Utilitarianism Essays

Utilitarianism Is the Best Approach to Environmental Issues

Utilitarianism is a consequentialist ethical theory and therefore when evaluating ethics and the environment they would look at the end result and not necessarily the action. Utilitarianism is a teleological theory and would look at the purpose or the end goal of an action. With regards to deforestation the end goal is to create space for new homes, particularly in Brazil and therefore according to utilitarianism this is ethical because it brings great pleasure to those who are provided with…

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The Act of Utilitarianism

Act utilitarianism states that, when faced with a choice, we must first consider the likely consequences of potential actions and, from that, choose to do what we believe will generate the most pleasure. The rule utilitarian, on the other hand, begins by looking at potential rules of action. To determine whether a rule should be followed, he or she looks at what would happen if it were constantly followed. If adherence to the rule produces more happiness than otherwise, it…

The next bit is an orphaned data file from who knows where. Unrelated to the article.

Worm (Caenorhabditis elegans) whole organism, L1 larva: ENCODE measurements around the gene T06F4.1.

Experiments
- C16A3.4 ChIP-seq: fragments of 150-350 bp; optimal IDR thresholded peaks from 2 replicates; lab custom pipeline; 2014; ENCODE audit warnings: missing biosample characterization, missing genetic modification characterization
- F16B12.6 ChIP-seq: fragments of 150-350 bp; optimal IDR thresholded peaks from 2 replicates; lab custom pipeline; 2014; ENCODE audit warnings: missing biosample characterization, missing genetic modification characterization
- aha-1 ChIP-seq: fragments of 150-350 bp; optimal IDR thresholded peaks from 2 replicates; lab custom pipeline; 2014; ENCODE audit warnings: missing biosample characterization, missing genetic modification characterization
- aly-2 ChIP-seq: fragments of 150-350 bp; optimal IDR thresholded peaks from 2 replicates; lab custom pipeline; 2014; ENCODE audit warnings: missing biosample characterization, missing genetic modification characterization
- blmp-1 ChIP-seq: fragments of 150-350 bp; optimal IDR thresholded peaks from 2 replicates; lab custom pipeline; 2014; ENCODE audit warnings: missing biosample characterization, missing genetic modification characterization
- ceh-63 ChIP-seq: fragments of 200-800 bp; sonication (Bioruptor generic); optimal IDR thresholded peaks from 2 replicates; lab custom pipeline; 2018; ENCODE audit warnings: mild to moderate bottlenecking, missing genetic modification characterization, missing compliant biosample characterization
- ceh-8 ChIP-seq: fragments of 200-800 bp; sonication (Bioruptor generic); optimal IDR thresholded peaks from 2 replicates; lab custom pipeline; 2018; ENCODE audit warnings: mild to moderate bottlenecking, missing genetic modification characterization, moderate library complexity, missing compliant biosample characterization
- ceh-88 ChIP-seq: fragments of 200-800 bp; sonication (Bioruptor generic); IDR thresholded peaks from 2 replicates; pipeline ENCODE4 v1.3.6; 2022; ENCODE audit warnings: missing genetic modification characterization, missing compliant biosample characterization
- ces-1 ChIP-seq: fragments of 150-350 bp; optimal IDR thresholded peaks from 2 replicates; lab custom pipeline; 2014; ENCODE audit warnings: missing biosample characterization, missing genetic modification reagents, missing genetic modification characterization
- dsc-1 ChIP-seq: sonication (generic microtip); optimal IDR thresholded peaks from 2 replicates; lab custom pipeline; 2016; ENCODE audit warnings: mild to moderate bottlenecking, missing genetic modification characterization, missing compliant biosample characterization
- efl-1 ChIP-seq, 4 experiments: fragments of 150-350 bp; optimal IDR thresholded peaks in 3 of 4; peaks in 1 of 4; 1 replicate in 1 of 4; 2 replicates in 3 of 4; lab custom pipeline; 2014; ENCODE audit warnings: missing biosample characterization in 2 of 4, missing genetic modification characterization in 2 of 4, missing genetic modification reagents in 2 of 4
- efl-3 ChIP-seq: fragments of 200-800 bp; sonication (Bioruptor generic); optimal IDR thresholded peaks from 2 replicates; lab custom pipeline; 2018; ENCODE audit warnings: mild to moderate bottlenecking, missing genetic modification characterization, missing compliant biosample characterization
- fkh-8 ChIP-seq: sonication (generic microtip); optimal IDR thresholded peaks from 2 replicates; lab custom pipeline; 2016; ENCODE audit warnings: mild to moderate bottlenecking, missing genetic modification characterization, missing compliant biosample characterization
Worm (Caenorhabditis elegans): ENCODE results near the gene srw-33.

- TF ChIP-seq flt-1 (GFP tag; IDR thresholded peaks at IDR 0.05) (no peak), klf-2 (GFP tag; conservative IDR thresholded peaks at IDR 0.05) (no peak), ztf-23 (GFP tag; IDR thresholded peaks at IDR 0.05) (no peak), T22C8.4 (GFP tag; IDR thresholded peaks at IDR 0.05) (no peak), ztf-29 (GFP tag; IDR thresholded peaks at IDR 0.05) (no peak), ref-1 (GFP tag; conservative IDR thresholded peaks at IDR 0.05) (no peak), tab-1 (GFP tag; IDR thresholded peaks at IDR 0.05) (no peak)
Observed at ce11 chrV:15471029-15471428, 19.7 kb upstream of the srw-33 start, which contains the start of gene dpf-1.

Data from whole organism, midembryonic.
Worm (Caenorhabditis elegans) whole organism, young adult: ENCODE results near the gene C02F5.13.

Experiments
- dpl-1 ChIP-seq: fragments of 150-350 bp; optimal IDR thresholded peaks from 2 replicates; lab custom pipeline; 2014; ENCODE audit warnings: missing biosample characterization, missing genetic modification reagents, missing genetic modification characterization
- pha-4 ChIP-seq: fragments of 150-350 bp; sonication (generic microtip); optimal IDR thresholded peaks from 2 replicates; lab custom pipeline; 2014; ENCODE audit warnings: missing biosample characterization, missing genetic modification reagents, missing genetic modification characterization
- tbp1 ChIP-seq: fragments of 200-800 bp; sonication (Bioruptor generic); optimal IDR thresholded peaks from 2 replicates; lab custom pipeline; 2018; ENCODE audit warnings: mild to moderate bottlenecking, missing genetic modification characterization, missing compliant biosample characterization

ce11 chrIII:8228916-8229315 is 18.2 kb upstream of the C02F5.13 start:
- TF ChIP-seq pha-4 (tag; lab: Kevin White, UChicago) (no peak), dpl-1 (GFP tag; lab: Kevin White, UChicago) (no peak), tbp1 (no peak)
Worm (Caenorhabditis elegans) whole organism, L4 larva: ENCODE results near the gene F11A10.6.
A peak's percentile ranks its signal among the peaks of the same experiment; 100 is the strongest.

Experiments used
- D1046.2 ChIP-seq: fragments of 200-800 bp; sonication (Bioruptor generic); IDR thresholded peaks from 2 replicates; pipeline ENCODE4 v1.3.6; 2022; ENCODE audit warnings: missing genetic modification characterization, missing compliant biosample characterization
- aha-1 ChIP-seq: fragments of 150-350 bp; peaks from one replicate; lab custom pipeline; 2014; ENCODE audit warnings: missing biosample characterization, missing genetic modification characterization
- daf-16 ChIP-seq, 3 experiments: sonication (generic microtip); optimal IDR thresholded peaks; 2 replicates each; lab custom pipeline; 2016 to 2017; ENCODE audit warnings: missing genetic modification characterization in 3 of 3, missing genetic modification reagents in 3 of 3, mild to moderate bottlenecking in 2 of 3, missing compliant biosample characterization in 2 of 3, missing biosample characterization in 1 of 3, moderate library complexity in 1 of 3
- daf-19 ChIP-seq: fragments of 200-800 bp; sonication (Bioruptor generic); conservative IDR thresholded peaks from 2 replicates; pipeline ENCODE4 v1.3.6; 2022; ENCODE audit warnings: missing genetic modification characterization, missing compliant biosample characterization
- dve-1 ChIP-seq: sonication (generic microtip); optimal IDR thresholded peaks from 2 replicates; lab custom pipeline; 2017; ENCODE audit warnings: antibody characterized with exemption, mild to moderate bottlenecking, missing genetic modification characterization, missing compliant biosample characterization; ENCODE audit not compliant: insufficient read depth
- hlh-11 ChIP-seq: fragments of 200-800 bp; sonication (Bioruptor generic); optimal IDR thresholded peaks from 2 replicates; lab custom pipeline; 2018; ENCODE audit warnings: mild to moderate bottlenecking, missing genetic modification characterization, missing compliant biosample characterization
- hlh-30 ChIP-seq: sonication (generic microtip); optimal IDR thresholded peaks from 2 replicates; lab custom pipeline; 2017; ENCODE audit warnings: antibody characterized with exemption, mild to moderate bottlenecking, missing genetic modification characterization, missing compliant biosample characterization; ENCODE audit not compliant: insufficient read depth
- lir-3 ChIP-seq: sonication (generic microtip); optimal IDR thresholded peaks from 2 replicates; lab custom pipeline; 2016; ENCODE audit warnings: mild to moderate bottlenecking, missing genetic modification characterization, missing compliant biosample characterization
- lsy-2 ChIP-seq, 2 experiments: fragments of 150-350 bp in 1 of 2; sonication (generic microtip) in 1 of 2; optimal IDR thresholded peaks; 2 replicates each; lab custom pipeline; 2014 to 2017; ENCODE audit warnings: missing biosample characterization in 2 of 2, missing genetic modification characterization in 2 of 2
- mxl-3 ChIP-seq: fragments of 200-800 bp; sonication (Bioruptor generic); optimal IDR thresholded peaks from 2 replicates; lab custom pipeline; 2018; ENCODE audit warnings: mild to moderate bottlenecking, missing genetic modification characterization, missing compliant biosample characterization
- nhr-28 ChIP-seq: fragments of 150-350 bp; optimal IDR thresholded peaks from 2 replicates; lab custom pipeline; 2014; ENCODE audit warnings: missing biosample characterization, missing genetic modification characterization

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Justice by Michael Sandel

Throughout life our morals are questioned numerous times and it is completely up to decide what is morally correct and what is logically correct. From that step it is then up to us to decide which one matters most to us. Merriam-Webster defines utilitarianism as “a doctrine that the useful is the good and that the determining consideration of right conduct should be the usefulness of its consequences; specifically: a theory that the aim of action should be the largest…

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Act Utilitarianism

Utilitarianism is a theory in normative ethics holding that the proper course of action is the one that maximizes overall happiness. It is now generally taken to be a form of consequentialism, although when Anscombe first introduced that term it was to distinguish between “old-fashioned Utilitarianism” and consequentialism. [1] According to utilitarianism the moral worth of an action is determined only by its resulting outcome although there is debate over how much consideration should be given to actual consequences, foreseen…